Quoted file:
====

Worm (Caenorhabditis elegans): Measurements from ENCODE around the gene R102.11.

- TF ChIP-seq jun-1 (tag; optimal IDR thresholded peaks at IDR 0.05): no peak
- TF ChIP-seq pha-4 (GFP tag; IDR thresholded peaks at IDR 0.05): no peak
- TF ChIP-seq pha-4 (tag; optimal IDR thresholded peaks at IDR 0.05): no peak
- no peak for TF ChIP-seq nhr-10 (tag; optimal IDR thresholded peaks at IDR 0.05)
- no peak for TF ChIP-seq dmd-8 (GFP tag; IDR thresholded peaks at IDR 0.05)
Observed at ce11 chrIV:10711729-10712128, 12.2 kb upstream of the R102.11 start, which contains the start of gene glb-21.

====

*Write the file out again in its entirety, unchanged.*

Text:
Worm (Caenorhabditis elegans): Measurements from ENCODE around the gene R102.11.

- TF ChIP-seq jun-1 (tag; optimal IDR thresholded peaks at IDR 0.05): no peak
- TF ChIP-seq pha-4 (GFP tag; IDR thresholded peaks at IDR 0.05): no peak
- TF ChIP-seq pha-4 (tag; optimal IDR thresholded peaks at IDR 0.05): no peak
- no peak for TF ChIP-seq nhr-10 (tag; optimal IDR thresholded peaks at IDR 0.05)
- no peak for TF ChIP-seq dmd-8 (GFP tag; IDR thresholded peaks at IDR 0.05)
Observed at ce11 chrIV:10711729-10712128, 12.2 kb upstream of the R102.11 start, which contains the start of gene glb-21.